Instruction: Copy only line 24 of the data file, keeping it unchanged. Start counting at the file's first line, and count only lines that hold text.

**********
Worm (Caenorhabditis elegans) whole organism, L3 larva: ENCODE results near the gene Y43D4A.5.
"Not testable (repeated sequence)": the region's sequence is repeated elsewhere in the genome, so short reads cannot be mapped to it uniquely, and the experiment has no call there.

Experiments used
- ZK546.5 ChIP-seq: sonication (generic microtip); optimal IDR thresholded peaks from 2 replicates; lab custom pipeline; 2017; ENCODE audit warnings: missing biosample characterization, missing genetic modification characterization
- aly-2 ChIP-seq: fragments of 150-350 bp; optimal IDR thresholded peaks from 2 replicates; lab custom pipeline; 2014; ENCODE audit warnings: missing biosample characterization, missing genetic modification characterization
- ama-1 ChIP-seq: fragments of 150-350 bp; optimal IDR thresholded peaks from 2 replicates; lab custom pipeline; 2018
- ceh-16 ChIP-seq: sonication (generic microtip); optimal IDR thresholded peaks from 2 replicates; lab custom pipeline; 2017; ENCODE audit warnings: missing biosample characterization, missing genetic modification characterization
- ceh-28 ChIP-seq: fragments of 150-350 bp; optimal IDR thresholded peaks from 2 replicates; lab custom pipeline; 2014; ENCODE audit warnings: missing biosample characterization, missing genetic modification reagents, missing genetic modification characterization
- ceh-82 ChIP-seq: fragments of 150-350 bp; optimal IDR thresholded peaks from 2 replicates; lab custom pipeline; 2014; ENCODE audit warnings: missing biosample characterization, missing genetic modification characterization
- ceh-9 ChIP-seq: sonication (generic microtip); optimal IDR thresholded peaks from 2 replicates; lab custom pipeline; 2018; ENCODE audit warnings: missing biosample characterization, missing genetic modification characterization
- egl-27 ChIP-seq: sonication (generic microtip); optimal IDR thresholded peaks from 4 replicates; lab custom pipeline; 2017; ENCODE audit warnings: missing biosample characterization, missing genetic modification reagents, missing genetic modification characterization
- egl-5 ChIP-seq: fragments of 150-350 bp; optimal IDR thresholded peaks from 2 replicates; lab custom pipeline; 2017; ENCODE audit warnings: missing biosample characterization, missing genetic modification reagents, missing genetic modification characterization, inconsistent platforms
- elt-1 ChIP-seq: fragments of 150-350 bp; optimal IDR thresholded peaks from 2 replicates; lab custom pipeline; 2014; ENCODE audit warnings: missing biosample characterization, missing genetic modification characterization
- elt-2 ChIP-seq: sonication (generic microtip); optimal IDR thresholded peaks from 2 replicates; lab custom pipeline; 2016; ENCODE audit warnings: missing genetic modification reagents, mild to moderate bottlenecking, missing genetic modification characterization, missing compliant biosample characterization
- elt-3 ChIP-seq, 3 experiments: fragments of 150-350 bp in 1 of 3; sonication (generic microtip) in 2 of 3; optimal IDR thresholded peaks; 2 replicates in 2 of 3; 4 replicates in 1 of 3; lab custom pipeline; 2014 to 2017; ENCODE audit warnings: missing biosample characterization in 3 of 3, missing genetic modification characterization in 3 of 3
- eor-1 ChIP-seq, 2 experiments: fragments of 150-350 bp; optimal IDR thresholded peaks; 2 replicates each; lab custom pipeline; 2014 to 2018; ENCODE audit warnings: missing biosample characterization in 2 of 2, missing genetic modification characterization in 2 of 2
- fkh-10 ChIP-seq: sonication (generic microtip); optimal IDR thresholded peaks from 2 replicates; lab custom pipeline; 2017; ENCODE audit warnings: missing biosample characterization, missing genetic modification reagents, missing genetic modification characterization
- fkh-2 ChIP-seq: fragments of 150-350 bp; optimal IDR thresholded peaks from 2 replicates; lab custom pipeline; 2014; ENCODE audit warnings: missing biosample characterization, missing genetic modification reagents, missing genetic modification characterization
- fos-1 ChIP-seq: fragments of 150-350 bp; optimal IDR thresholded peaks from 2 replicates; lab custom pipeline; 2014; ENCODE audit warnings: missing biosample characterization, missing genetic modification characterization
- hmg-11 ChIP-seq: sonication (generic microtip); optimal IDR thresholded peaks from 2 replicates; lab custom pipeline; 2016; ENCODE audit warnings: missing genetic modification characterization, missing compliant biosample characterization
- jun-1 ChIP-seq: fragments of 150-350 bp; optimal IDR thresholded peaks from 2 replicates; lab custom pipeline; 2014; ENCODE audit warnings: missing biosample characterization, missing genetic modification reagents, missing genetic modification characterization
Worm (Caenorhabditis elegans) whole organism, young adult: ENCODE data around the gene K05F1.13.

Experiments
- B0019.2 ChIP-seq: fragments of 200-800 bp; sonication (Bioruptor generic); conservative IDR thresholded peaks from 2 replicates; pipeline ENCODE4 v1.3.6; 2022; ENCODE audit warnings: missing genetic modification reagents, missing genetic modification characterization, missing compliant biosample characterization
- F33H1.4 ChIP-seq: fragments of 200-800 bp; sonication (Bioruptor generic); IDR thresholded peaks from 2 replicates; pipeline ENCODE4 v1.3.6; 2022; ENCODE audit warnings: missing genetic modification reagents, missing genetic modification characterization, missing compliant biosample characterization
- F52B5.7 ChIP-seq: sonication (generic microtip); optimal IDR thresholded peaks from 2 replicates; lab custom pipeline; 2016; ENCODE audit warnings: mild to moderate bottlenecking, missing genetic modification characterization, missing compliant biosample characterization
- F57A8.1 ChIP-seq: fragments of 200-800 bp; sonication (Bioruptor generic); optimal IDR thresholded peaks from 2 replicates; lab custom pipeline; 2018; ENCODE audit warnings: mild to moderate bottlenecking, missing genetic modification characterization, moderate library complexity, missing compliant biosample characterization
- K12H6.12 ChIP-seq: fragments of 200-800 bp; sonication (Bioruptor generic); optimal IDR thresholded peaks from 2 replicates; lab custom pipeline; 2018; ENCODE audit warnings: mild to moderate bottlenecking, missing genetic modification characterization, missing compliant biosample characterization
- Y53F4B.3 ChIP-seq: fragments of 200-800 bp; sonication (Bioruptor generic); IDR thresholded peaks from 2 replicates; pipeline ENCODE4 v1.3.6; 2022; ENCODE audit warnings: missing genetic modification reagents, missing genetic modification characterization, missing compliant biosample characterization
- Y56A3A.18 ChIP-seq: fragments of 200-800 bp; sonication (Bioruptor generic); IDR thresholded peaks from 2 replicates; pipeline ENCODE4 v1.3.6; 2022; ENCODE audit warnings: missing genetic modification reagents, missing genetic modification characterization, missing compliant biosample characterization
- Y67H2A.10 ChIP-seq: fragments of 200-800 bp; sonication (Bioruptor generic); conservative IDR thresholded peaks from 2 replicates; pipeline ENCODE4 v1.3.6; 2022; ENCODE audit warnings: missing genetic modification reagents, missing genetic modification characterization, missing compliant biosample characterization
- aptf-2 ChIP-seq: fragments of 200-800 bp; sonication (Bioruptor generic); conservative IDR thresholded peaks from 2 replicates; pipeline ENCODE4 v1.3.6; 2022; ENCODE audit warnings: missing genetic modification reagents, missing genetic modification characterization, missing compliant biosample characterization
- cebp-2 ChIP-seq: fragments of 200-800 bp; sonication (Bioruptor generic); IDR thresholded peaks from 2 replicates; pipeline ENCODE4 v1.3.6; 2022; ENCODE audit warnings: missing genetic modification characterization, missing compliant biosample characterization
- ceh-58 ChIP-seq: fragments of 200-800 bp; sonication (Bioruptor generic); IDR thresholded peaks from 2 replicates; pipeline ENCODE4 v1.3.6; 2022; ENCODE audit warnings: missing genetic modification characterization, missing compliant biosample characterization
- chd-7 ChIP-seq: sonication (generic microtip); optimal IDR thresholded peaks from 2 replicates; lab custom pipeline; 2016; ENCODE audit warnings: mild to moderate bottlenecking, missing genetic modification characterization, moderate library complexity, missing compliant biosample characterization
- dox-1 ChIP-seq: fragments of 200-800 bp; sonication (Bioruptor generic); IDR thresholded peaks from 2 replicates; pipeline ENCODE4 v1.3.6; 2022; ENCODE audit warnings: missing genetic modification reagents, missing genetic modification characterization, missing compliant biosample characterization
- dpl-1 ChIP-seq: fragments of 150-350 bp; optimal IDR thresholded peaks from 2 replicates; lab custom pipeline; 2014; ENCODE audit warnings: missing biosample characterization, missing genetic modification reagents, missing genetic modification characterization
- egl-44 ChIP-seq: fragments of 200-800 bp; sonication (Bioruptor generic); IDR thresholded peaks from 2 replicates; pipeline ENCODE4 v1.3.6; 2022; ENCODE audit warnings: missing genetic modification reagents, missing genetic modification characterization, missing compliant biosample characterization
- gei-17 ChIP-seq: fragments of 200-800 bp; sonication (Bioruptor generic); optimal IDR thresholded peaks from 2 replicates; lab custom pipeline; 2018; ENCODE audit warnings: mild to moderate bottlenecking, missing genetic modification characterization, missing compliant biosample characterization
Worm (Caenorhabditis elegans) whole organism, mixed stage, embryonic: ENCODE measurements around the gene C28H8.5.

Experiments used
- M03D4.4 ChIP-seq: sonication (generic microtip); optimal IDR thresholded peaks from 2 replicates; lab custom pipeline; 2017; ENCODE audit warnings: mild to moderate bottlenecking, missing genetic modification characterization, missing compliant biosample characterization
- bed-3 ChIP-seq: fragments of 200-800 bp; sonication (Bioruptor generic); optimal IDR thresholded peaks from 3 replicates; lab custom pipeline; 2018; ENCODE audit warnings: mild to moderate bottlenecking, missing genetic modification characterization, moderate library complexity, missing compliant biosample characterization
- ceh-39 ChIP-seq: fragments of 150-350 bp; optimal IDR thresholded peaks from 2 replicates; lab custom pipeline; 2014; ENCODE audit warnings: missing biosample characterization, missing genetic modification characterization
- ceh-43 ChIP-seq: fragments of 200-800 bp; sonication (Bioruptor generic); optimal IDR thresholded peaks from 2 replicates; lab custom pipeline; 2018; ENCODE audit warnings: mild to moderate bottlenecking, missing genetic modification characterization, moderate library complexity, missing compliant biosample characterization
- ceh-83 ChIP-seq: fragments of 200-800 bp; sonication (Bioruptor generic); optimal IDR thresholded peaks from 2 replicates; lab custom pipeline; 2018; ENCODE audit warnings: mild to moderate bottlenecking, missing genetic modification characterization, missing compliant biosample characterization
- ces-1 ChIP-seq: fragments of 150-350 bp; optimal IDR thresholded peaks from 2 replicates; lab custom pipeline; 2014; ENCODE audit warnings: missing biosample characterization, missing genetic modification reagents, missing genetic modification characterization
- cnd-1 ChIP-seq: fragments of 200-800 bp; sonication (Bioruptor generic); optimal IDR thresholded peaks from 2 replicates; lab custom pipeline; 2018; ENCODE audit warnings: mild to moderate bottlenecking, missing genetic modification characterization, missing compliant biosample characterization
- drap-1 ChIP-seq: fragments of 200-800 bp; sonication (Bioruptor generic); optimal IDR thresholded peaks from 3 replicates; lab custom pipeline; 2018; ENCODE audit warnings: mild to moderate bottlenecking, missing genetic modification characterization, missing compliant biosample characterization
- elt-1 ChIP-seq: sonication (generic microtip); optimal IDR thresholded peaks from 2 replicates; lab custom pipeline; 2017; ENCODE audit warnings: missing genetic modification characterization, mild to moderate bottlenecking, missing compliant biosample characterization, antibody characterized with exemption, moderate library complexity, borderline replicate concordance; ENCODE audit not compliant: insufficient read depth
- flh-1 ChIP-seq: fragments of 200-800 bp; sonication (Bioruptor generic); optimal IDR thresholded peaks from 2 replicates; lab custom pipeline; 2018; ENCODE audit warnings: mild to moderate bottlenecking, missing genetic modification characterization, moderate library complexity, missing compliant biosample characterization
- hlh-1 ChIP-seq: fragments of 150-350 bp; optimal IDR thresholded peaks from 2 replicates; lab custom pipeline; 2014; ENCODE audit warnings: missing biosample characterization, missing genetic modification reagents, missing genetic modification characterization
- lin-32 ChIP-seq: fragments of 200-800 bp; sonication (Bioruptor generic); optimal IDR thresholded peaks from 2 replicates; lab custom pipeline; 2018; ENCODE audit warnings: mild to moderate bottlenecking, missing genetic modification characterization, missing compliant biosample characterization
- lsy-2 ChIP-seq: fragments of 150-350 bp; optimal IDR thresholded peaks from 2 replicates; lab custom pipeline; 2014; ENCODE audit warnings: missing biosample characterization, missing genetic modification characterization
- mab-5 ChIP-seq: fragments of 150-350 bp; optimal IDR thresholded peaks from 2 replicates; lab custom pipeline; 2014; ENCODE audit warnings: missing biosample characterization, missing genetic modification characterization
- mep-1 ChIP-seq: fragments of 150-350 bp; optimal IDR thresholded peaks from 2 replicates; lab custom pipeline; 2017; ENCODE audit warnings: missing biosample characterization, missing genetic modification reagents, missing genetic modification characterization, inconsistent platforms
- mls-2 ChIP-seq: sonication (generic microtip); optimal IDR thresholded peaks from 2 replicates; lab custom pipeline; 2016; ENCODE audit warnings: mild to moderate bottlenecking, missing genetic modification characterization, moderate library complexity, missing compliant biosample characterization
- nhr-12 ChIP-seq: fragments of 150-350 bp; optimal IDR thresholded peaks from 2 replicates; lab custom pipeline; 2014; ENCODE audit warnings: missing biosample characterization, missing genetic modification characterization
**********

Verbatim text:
- B0019.2 ChIP-seq: fragments of 200-800 bp; sonication (Bioruptor generic); conservative IDR thresholded peaks from 2 replicates; pipeline ENCODE4 v1.3.6; 2022; ENCODE audit warnings: missing genetic modification reagents, missing genetic modification characterization, missing compliant biosample characterization